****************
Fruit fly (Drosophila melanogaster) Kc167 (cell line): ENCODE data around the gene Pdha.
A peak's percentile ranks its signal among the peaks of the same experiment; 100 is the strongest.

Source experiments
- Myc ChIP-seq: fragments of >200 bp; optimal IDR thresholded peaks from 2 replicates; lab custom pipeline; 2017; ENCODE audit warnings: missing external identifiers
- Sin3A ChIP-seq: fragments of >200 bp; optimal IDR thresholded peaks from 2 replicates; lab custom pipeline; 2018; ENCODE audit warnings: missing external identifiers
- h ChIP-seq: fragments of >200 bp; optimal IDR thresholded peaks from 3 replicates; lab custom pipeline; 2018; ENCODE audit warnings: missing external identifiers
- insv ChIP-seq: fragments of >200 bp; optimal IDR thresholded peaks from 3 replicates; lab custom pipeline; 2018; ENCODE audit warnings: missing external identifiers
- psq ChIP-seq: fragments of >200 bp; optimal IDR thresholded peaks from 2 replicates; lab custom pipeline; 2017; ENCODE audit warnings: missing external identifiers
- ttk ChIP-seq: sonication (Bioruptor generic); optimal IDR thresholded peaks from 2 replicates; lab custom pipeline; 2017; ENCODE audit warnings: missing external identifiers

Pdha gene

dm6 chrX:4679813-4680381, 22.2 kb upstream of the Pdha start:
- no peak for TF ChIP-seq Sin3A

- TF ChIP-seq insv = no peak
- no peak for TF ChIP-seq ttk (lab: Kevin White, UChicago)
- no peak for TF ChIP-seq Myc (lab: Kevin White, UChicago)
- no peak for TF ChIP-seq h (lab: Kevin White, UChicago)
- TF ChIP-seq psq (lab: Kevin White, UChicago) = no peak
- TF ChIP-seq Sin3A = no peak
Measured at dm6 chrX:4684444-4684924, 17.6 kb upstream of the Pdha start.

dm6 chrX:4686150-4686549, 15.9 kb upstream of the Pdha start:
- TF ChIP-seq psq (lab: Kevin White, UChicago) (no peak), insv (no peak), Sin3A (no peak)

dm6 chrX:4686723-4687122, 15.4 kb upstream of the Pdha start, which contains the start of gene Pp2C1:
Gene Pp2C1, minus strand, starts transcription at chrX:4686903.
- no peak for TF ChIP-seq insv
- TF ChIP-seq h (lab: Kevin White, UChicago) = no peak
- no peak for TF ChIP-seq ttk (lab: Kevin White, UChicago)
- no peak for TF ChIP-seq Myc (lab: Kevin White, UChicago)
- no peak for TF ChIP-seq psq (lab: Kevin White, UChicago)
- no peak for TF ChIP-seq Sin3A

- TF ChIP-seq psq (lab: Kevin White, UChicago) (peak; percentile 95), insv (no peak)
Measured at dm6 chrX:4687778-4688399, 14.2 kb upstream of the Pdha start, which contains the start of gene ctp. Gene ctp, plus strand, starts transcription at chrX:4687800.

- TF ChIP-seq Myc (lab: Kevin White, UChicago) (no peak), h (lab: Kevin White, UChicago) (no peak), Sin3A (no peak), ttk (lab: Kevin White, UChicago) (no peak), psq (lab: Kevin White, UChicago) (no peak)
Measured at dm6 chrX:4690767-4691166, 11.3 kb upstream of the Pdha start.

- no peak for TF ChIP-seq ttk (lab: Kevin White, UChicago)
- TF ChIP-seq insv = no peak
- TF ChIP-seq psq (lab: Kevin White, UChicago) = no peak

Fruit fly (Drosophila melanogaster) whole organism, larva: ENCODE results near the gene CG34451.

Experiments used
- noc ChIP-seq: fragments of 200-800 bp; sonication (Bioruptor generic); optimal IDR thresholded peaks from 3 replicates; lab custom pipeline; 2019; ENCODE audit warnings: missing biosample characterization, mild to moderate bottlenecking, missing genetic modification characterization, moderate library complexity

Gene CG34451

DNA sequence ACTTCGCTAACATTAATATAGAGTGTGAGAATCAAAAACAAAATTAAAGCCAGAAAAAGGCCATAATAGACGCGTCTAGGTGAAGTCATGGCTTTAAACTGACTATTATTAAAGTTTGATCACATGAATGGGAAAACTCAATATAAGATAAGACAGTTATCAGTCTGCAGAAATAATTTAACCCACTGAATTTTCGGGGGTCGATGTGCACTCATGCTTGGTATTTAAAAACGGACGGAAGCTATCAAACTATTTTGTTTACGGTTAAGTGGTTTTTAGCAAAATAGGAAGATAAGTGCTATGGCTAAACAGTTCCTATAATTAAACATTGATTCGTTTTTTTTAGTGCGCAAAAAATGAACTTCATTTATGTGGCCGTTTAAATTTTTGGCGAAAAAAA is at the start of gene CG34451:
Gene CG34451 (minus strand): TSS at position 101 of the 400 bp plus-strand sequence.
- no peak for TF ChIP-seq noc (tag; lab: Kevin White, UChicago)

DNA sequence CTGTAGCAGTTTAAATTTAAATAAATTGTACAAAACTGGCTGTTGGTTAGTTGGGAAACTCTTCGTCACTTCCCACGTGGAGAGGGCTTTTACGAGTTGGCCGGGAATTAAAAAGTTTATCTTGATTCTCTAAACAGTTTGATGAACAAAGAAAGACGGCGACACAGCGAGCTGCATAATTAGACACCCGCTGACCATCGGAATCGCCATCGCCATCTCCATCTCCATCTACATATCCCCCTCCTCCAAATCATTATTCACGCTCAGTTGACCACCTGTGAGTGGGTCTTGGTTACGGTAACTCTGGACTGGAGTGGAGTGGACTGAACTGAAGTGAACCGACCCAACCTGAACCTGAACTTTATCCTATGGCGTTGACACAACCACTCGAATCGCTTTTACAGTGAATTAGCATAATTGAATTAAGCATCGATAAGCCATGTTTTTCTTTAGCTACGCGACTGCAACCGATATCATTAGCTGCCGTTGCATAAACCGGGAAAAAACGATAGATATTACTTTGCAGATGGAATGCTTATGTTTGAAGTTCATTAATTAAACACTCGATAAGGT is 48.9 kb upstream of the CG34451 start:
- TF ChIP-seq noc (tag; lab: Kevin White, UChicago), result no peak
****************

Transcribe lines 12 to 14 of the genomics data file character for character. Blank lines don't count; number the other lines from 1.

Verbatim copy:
- no peak for TF ChIP-seq Sin3A

- TF ChIP-seq insv = no peak
- no peak for TF ChIP-seq ttk (lab: Kevin White, UChicago)